We used Burris Signature ZEE Medium Matte Rings. Worked perfectly!
The optical quality is excellent. We tested the scope at 3x and 7x zoom and at the max power at 200 yards, we could very clearly see the rabbit’s fur in excellent camouflaged surroundings. The image was sharp, clear and without any distortion.
Goes without saying that we hit it in the first shot! Anyone for rabbit stew tonight?
With the side parallax adjustment, the BDC reticle and excellent optical quality, the Bushnell 3-7x32mm AR22 Rimfire scope is a great pick for short to medium range shooting with the 22-250.
#4 – Nikon ProStaff Rimfire with BDC Reticle, 4-12 x 40mm
Our final pick is the Nikon ProStaff Rimfire in the other configuration 4-12×40. Now, we don’t own one of these yet. But it’s definitely on the wishlist. We do own the other version which we reviewed earlier in this list.
Both the Rimfires are identical to one another but this one clearly holds the edge if you are looking to test the max effective range of the 22-250. With a reliable scope like this, you can easily go beyond 700 yards if you are a skilled marksman.
We were able to borrow this for a month from a buddy and tested it out in the backyard as well as on a deer hunt. I know what you are thinking. A varmint gun on a deer hunt? Well, hear us out on how this went.
On the field
The 4-12×40 ProStaff Rimfire has a 75-yard zero followed by BDC marks for 100, 125 and 150 yards. With the Spot-On app, you can easily zero in your target according to the ammo you use. This is a second focal plane reticle by the way and when shooting at long range, you can use the corresponding see-through circles to aim whereas you use the crosshair at shorter distances.
We started off by shooting groups at 100 yards and we could easily cover it with a dime. We grouped at 200 and 300 yards and we had no problems whatsoever getting ¼” groups at that range.
Deer hunting, however, as we all know is a different ball game altogether. We spotted the buck out at 400 yards or so and were skeptical about taking the shot because it was a windy day and even with the BDC reticle, we didn’t want an unclean shot. (How we missed our .308)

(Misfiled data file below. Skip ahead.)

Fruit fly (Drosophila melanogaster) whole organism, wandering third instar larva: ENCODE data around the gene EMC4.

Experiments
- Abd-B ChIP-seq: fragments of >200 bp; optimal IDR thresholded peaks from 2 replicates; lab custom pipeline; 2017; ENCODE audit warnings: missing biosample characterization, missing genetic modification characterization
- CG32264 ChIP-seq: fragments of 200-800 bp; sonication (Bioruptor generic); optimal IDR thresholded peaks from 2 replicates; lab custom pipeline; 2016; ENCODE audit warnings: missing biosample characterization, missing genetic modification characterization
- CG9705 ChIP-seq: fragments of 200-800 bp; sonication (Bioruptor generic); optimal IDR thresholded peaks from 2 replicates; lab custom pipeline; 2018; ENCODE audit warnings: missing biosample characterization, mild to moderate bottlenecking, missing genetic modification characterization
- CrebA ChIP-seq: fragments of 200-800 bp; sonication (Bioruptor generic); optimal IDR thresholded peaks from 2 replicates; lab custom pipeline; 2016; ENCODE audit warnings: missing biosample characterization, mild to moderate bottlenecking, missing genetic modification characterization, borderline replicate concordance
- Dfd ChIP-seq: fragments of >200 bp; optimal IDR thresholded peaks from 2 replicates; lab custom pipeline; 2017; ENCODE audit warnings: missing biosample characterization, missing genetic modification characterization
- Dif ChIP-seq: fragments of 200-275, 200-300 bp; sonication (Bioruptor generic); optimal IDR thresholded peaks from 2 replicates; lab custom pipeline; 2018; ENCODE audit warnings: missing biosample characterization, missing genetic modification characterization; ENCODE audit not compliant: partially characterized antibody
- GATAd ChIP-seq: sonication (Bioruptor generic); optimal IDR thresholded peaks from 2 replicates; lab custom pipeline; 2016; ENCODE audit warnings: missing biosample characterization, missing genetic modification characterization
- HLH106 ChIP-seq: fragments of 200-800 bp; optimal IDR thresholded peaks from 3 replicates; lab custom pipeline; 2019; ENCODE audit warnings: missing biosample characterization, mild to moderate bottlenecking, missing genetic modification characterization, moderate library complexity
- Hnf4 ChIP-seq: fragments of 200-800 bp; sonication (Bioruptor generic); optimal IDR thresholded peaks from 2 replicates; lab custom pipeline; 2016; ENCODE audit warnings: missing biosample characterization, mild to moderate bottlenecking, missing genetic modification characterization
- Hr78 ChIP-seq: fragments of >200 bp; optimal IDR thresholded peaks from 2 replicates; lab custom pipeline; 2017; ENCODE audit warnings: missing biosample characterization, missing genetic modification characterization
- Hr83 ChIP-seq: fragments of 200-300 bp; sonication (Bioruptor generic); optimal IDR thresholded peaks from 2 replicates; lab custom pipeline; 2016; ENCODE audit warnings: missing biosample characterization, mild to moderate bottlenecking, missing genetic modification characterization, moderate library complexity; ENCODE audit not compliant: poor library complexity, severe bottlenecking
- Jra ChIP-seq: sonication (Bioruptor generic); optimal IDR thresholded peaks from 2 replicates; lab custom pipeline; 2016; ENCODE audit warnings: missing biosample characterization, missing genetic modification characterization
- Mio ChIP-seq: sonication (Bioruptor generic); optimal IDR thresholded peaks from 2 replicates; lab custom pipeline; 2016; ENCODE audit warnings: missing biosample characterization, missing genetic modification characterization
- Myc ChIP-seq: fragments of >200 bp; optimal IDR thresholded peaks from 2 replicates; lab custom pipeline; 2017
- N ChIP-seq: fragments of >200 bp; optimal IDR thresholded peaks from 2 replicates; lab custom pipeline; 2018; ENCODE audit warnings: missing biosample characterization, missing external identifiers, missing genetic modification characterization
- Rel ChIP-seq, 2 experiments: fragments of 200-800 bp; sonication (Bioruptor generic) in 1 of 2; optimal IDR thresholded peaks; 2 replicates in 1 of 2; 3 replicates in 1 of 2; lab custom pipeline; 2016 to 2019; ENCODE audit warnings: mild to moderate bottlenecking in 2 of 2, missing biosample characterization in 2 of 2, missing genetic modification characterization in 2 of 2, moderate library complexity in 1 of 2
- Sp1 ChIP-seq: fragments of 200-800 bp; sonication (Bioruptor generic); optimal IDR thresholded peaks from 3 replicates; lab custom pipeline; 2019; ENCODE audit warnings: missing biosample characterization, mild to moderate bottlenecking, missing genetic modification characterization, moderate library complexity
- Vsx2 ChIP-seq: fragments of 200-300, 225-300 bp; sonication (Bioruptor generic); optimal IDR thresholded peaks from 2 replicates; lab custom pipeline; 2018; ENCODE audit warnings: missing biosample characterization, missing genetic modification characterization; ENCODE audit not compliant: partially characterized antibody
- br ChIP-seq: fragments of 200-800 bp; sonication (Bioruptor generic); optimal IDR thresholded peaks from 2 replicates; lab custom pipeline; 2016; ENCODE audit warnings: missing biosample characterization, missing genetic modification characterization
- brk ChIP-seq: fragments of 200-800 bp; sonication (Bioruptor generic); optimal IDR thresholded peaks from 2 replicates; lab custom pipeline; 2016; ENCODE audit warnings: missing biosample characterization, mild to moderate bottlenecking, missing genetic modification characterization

But the image quality was top notch as always. Hell, we could even see the mites on the deer at that range with 12x zoom.
So, we walked around for a few hundred yards before we got a cleaner shot at 150 yards or so. No problems whatsoever. The bullet hit the vitals and it wasn’t an exit shot, so we could recover the slug.
We did use a 60 grain Sierra Spitzer for the deer though. Not the easiest one to stabilize but an absolute must for shooting anything bigger than varmint with the 22-250.
You might still be able to kill deer using a lighter grain ammo. But that’s a risk we choose to avoid while hunting big game.
The scope is not parallax adjustable by the way. So that eliminates using the max zoom at distances shorter than 50 yards because it will be blurred. So, if you shoot at shorter range consistently, you can consider one of the other scopes in this list.
But for longer range shooting, nothing beats the Prostaff Rimfire II 4-12×40.
The 4-12×40 allows you to put that 22-250 firearm to good use beyond 400 yards. That’s the best way to put it. You have nothing to worry at all about the construction or the optical quality which we covered in our earlier review.
At this price point, there is no better choice for long range shooting with the 22-250.
To sum it up
Depending on whether you use your .22-250 rifles for varmint hunting like the most of us or just for benchrest shooting, one of these scopes will certainly tick the boxes that one aims for.
These are our favorites because we have been using these for a couple of years at least. We would love to hear your two cents or additions to this list of the best scopes for 22-250. See you in the comments section.